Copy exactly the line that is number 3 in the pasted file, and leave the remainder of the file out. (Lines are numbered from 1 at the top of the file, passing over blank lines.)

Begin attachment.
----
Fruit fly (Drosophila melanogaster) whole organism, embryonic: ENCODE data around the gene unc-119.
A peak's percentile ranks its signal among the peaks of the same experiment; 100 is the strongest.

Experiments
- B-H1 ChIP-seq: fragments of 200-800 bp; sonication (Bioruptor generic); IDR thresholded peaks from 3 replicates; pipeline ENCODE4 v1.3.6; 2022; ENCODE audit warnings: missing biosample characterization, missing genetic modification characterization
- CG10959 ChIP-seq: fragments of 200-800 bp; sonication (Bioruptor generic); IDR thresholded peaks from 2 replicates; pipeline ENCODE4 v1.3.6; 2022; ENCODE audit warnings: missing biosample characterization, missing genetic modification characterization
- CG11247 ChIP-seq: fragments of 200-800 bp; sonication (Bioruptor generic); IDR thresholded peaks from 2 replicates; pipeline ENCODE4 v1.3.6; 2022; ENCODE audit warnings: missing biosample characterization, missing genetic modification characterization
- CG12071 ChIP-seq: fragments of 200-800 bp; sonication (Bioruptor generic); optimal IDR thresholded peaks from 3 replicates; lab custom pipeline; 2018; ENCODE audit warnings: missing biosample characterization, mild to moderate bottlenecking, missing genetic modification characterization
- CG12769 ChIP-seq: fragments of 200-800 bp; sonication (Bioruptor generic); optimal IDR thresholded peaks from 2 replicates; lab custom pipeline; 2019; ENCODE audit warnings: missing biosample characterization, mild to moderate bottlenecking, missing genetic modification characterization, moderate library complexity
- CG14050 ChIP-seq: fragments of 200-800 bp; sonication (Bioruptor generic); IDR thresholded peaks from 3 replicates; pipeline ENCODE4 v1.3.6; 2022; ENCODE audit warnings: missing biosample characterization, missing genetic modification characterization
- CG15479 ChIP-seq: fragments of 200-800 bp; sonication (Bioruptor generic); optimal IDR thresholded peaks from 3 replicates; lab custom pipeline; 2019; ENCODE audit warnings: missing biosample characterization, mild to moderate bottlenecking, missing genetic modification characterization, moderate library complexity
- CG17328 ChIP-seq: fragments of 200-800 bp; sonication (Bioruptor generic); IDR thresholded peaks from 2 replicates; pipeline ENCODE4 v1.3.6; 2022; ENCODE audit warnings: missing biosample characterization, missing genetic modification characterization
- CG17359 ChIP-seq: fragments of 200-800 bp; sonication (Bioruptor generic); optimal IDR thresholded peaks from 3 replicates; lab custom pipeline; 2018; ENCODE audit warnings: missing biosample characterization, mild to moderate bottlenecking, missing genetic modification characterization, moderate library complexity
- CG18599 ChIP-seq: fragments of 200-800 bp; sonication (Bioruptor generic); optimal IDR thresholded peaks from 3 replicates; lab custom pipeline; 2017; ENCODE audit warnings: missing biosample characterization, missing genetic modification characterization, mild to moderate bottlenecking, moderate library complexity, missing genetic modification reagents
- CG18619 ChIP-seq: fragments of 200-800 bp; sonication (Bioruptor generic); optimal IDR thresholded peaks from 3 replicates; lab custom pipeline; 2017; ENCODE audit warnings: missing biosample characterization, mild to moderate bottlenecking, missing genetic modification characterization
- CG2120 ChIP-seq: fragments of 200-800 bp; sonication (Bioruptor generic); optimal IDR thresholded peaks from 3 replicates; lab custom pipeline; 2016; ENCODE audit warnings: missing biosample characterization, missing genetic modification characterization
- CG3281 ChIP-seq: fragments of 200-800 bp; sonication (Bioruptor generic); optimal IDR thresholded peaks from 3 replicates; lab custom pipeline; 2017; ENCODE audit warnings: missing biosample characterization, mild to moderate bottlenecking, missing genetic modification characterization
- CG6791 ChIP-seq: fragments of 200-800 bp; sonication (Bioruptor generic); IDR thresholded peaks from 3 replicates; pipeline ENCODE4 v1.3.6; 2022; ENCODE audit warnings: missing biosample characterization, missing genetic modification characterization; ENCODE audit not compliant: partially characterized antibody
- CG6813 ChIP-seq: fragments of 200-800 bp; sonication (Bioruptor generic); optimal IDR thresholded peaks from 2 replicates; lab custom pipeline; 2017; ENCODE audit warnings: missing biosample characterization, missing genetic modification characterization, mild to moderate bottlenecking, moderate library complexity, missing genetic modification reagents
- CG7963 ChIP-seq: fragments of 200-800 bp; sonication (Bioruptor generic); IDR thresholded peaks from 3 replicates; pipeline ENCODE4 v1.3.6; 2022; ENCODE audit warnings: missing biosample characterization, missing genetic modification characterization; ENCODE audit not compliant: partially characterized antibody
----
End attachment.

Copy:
Experiments